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Common Challenges Faced when Captioning/Subtitling

One of the areas in which translators are most visible within the localization industry is captioning/subtitling. This is in part driven by the global nature of films. Also, there is a desire of people around the world to be able to enjoy both films and television series in languages spoken in countries other than their native ones. Moreover, as there are constantly new productions being produced around the world, many of which are translated into a variety of different languages, it is probable that most translators will have the opportunity to translate subtitles at some point. However, translating subtitles has unique challenges, despite the language usually not being as technically difficult as what many translators might be used to.

Tone/register: In films and television shows, the dialog tends to be informal, rather than formal, technical language. While this may make translating subtitles seem easier, it isn’t necessarily so.

Cultural adaptation/localization: As mentioned above, the dialog also usually contains a lot of region-specific slang, idioms and cultural references, which can make it a real headache to localize. However, if the translator has specific knowledge regarding the regionalisms and culture of the country or region where the film was produced, they will have a competitive edge. For example, a Spanish to English translator with a very strong knowledge of Mexican culture and informal language, but who has very little knowledge of these aspects regarding other Spanish-speaking countries, will be able to translate a Mexican film much better than he or she could do with one from another country, such as Spain or Argentina.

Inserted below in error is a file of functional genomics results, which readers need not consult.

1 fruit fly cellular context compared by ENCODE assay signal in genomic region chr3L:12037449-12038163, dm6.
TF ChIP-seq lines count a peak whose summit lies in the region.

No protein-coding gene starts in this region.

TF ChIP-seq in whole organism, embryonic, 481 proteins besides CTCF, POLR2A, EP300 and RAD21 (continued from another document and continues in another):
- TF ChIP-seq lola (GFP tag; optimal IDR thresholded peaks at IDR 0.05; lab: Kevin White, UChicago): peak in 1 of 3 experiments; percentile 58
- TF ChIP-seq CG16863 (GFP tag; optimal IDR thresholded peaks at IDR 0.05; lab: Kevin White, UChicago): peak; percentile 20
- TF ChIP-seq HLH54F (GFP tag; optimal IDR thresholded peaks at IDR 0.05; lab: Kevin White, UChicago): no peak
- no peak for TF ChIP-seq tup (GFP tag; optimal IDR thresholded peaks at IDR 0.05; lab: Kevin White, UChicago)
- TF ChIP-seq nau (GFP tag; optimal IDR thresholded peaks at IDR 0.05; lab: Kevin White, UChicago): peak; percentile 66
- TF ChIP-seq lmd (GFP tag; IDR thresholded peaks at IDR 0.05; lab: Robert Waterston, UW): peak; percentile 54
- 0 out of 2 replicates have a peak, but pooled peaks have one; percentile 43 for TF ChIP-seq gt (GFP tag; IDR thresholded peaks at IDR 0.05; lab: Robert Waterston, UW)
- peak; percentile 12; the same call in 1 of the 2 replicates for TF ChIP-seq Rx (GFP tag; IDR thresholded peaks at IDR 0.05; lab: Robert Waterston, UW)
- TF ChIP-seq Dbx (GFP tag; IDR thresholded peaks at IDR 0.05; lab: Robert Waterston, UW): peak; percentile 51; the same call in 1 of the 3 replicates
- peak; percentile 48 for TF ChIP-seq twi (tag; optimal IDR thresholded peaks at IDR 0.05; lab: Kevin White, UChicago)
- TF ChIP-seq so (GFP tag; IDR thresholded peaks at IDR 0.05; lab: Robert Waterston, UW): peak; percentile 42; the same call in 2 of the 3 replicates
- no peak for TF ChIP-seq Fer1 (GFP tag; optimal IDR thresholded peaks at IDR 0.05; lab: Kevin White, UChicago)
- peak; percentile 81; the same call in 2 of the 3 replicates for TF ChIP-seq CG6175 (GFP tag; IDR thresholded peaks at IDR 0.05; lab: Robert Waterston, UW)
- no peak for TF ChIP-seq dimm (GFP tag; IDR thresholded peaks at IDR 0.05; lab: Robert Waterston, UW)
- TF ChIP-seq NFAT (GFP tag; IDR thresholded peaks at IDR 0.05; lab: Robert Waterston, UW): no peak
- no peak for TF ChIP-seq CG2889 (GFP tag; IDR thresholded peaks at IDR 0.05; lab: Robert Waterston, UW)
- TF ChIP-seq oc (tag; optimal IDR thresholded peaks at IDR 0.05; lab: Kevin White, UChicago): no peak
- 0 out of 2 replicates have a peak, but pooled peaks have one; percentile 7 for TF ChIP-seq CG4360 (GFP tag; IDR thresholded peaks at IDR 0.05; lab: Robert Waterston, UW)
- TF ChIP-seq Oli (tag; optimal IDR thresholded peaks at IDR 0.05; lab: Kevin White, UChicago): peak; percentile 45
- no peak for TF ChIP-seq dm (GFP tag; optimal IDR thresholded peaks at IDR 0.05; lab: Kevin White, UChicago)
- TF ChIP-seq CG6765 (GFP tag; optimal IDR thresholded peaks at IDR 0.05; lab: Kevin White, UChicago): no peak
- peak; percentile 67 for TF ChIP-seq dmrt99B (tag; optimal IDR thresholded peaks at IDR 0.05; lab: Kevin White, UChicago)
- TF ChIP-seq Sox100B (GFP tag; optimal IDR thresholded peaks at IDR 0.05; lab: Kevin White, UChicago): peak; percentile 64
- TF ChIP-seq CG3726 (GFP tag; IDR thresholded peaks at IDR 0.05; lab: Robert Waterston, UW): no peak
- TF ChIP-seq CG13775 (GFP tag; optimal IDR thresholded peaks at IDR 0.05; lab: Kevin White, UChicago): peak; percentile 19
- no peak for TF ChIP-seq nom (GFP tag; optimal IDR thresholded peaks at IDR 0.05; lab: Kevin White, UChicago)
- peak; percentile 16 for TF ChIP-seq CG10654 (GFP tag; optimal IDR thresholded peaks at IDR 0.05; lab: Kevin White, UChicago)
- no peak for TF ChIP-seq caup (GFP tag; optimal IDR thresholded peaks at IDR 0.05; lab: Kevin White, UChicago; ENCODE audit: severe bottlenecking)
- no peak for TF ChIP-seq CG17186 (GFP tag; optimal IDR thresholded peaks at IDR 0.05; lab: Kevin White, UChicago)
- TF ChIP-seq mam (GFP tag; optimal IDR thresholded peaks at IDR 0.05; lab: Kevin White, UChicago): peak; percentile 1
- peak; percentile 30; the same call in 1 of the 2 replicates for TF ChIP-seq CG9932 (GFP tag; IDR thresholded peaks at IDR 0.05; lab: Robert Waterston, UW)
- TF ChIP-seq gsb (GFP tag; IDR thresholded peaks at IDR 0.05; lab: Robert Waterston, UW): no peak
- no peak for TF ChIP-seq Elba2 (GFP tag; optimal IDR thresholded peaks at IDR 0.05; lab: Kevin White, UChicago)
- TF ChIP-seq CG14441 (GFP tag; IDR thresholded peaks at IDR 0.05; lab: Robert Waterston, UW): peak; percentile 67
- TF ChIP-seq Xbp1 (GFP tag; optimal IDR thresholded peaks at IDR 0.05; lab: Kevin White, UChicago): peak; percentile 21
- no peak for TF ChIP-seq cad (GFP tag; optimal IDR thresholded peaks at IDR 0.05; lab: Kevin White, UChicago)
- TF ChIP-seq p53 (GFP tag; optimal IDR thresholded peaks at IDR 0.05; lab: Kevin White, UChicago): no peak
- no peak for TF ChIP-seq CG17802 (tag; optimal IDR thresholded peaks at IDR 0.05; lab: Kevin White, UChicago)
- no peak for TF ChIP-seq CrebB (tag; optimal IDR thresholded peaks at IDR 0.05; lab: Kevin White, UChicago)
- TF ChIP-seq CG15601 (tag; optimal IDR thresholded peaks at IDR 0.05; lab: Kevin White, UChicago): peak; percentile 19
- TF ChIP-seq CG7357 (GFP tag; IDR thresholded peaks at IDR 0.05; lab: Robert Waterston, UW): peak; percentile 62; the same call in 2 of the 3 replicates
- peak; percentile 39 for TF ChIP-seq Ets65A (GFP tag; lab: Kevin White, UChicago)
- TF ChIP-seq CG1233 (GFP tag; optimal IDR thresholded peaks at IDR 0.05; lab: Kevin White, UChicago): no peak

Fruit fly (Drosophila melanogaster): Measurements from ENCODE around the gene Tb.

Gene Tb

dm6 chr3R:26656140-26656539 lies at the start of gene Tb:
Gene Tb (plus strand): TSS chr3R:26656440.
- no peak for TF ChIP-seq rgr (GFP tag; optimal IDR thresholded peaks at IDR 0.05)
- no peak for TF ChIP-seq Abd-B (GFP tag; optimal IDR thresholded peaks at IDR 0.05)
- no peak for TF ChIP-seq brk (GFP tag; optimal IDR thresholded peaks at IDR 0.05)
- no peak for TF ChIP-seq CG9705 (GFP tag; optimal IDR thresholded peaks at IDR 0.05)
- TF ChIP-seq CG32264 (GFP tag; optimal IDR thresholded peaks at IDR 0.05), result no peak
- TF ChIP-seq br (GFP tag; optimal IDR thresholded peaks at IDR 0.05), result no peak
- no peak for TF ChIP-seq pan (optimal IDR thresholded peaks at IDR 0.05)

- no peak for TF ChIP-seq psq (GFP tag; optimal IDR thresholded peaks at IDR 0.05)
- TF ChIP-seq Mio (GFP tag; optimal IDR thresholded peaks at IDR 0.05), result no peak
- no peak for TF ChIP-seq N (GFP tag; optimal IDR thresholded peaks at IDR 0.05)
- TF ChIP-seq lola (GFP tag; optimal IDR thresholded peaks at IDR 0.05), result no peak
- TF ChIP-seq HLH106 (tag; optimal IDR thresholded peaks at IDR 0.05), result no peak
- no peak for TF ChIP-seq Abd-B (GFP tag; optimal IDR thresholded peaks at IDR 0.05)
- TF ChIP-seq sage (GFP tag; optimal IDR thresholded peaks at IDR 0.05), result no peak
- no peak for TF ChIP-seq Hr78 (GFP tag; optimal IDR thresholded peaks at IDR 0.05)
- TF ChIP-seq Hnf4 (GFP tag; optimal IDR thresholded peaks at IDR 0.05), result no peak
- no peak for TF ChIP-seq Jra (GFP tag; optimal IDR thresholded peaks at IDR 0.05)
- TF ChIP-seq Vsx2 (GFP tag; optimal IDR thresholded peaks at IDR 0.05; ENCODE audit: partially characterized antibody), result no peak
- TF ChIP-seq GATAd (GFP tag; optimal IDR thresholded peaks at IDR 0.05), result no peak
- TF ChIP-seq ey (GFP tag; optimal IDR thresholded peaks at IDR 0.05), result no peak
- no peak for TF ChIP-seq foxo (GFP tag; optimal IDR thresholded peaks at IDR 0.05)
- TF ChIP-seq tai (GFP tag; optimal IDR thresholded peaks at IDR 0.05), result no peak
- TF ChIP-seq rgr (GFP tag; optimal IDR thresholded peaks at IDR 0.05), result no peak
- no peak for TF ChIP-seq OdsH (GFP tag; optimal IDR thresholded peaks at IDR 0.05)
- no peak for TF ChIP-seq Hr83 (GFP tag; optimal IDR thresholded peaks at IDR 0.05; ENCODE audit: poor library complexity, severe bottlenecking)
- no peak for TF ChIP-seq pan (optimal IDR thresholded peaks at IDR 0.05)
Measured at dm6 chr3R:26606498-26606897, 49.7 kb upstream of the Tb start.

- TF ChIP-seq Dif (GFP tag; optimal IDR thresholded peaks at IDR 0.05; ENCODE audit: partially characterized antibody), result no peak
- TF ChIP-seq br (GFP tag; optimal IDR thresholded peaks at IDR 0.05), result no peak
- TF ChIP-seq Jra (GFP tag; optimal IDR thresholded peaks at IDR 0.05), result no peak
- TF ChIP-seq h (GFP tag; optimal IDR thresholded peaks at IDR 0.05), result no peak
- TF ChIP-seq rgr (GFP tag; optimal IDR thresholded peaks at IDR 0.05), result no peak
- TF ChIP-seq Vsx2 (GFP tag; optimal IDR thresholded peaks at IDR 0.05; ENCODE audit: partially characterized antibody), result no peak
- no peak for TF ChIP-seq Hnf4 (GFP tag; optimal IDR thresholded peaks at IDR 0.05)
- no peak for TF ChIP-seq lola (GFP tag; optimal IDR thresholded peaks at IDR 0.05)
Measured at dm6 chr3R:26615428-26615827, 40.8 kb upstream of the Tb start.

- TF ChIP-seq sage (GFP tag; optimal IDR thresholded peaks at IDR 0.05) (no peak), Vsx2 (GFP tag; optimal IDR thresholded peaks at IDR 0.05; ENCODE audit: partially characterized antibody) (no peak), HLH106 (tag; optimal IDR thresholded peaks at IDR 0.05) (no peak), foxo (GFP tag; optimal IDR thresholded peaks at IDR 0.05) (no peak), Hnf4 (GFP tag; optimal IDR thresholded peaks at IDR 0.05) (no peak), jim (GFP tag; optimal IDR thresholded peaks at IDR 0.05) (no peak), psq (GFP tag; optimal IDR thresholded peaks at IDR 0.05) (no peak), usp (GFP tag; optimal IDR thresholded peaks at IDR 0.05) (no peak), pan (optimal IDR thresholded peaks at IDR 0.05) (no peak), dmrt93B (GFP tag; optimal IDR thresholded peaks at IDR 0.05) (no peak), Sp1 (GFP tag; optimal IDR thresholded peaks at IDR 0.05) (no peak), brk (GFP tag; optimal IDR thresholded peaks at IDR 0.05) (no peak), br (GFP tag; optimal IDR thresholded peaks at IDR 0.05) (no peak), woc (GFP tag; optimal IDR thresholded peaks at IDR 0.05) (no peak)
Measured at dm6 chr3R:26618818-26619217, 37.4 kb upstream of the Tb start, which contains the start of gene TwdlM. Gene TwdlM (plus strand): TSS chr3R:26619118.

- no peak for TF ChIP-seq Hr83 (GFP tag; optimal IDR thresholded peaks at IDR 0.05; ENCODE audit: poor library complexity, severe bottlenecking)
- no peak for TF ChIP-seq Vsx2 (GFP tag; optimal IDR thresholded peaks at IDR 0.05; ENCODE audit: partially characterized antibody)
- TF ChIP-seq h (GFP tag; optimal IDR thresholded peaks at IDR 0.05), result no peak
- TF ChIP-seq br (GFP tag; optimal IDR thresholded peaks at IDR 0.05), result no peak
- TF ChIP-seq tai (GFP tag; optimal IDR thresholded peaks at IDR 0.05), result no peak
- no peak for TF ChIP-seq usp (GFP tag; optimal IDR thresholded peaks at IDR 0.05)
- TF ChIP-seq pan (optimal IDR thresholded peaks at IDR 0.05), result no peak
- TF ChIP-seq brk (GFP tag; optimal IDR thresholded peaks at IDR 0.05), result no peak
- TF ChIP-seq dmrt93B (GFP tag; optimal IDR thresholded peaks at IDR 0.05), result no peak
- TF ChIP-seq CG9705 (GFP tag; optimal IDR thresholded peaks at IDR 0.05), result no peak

Length: Another challenge to translating subtitles is keeping each subtitle short enough to comfortably fit on the screen so that it may be read easily and quickly by viewers. In order to do this, translators should be aware of limitations regarding the amount of characters appropriate for each line of subtitles and do their best to adhere to them. This often means opting for shorter words or simpler language in order to keep the character count down.

Style: Also, when translating subtitles, an extra effort should be made to not include any literal translations. A literal style of translation will confuse the audience and will stand out as poor writing, which can greatly impair the viewing experience. This also includes making the appropriate conversions of things like weight, length and time based on the region and language of the intended audience. Language in subtitles should have a natural flow and be easy to read so that the viewer does not have to divert focus from the movie or TV show they are watching, just to try to understand the subtitles. A literal translation of subtitles, or one which does not flow naturally, can turn a fantastic movie into an experience that is much less enjoyable.